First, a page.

columnibus

Tuesday columns for Newcastle Journal by George Hepburn

Month: October, 2014

Is it sensible for Mt Cameron to pull the handbrake?

David Cameron is considering applying the ‘emergency brake’ on immigration. At first, I thought he must  have been on a driver awareness course.  Had he, like me, been caught speeding?

The numbers of deaths through road traffic accidents continues to fall – from 10 a day in 2003  to under  5 a day last year. The fall is attributed to safer design of cars, better road infrastructure and improved  motoring by you and me.

More safety conscious driving stems  in part from courses offered as an alternative to points on the license  for drivers caught just over the speed limit. My transgression was to be snapped at 36mph in a 30 mile zone early one Sunday morning.

Although most of us  attended under duress, the  speed awareness course was taught in such a clever and good humoured way that we came away resolving to observe the speed limits in future. Education is a marvellous thing.

I learned that the chance of killing a pedestrian is four times higher driving at 40 mph than at 30mph and that stopping distances greatly increase over 70mph. In other words, there is some science behind setting the limits at their current  level.

I realised that  I  reach my destination only  a few minutes later by observing the speed limits and can relax and enjoy the journey. I especially liked the way that the trainers prefaced their statements with the phrase “Would you agree that….” which invited my consent without laying down the law.

Would this kind of didactic approach work on the more contentious issue of immigration as well? Here is what an immigration awareness trainer might ask the students:

Would you agree that young people should have the chance to  work abroad  and that others should similarly have the chance to do so here?  Sounds a good idea to me.

Would you agree that immigrants are hard workers?    My experience of being served coffee by people  born on other shores is generally positive. Their smile engagingly.

Would you agree that immigrants plug gaps in the labour market? – Yes. Care homes depend on overseas staff to look after our elderly people.

Would you agree that immigrants make a net contribution to the economy?  Yes. I heard that they pay about  more 1/3 in taxes  than they cost in public services and benefits.

Would you agree that we should be continue to be a tolerant  country that gives shelter to people who would be tortured or killed in their own country?  I hope so.

Would you agree that the United Kingdom  is enriched  by the culture and outlook of the different nationalities? Well, I always enjoy  a meal in an Indian restaurant.

It is surprising how much we can agree about on the subject of immigration.  Despite this,  British perceptions remain far more negative than our daily experience.  59% of the population believe there are too many immigrants compared to only 27% in Germany or The Netherlands which actually have a higher level of foreign born immigrants.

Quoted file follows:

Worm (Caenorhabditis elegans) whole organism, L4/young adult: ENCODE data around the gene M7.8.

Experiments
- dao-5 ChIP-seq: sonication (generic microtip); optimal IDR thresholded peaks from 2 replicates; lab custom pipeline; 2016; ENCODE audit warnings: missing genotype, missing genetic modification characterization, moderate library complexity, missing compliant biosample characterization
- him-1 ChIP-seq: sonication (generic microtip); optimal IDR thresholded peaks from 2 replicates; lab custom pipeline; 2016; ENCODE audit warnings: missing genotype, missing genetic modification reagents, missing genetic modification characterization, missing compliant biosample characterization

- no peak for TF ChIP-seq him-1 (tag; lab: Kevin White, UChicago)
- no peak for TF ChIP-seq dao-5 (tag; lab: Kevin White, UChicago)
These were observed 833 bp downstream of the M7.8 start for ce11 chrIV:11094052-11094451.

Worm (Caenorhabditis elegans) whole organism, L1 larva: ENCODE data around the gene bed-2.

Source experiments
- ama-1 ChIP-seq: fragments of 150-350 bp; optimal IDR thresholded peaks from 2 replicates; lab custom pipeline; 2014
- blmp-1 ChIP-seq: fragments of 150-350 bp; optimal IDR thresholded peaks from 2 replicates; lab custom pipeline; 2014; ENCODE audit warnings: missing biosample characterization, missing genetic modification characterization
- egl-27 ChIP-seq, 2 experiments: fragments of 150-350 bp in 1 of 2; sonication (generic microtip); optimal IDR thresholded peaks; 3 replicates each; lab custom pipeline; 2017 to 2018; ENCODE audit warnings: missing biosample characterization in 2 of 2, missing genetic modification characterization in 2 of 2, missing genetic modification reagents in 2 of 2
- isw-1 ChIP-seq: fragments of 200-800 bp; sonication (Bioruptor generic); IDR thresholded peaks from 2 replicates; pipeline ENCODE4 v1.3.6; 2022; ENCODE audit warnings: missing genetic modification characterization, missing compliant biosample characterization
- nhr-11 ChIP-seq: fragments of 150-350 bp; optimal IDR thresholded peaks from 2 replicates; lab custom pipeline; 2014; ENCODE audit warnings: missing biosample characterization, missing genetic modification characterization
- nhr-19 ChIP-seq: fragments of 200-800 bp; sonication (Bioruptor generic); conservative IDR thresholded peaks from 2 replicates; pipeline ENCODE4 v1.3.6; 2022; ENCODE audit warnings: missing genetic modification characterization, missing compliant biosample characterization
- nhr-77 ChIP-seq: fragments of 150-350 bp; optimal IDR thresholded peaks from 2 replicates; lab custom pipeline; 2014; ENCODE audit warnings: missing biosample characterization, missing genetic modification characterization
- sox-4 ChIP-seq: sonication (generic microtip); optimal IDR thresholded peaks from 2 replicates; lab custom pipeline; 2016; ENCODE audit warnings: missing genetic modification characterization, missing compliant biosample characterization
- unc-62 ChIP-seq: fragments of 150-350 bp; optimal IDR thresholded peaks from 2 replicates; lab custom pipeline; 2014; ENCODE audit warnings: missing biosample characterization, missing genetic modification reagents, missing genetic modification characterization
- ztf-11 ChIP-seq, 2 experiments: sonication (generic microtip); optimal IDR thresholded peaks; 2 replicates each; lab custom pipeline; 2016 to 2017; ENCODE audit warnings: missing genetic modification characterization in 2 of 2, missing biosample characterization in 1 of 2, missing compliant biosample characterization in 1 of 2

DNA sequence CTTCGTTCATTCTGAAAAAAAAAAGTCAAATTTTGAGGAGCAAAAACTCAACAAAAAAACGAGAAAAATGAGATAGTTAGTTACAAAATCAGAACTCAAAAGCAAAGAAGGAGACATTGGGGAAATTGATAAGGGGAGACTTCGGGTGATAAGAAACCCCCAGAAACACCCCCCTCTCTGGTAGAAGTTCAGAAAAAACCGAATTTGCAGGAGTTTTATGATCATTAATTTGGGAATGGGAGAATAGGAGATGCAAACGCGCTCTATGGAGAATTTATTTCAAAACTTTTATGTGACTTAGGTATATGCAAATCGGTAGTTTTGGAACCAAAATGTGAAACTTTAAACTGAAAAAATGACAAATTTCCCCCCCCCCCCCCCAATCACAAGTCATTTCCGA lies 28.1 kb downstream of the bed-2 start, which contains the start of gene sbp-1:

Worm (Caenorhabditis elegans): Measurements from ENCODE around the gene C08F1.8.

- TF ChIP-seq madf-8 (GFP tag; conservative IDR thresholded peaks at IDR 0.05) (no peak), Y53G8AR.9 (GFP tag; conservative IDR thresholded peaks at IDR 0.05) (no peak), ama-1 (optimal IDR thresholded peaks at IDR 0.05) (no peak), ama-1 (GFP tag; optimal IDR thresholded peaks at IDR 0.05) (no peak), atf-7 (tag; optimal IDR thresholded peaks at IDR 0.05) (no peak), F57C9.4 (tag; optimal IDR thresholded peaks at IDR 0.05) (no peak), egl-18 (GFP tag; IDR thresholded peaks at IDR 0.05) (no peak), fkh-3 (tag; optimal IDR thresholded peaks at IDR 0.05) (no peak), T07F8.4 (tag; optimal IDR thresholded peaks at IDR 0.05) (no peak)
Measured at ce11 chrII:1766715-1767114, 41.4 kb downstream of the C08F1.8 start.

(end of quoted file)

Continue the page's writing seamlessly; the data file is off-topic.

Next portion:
We overlook facts that might challenge our perceptions . Most people think 3 in 10 of UK population are first generation immigrants whereas the actual figure is about 1 in 10. A lot of  people think that immigrants are mainly asylum seekers where the largest group are students paying their way in our universities.  A few fear they are all jihadists.

Driver awareness courses are only offered to people who have marginally broken the speed limit in the hope that a four hour course will influence their future behaviour. So far, I  am driving more slowly, often to the irritation of the car behind me.

Maniacs who drive recklessly fast lose their licence and in extreme cases are locked away.  Some of those vehemently opposed to immigration are racists who should also be denied a public platform.

Of course, we need to plan how better to assimilate newcomers to this country. There are some local problems to be overcome. We must  be clear about the limits of our tolerance. We  must contain the comparatively small group of potential terrorists.   We may even  need to debate whether there comes a point at which  the country is  “full”.

But most of us could be persuaded  about the  overall benefits of immigration if the case is put in the proper way.  Would some good old fashioned facts and figures   defuse the rhetoric increasingly put about by politicians of all persuasions?    70% of UKIP supporters say immigration  is the biggest issue to be tackled but there is no rational reason why it should  dominate political debate in the run up to the election.

It has long been a  blue  touch paper.  Reading a new biography of Roy Jenkins  this week, I recalled that Edward Heath’s  government in the seventies introduced measures  to restrict immigrants from the new commonwealth in an attempt to counter support for Enoch Powell and the far right.

There is not much evidence that we have learned our lessons. Appeasing the ‘send them home’ brigade does not work. It is also disingenuous of credible politicians who should know better than to curry favour.

It now looks as if  the free movement of labour may become the breaking point in renegotiating  our membership of the European Union. If David Cameron  throws in  the towel  on this issue and campaigns for leaving the European Union in the promised referendum, the far right will have won an even greater victory.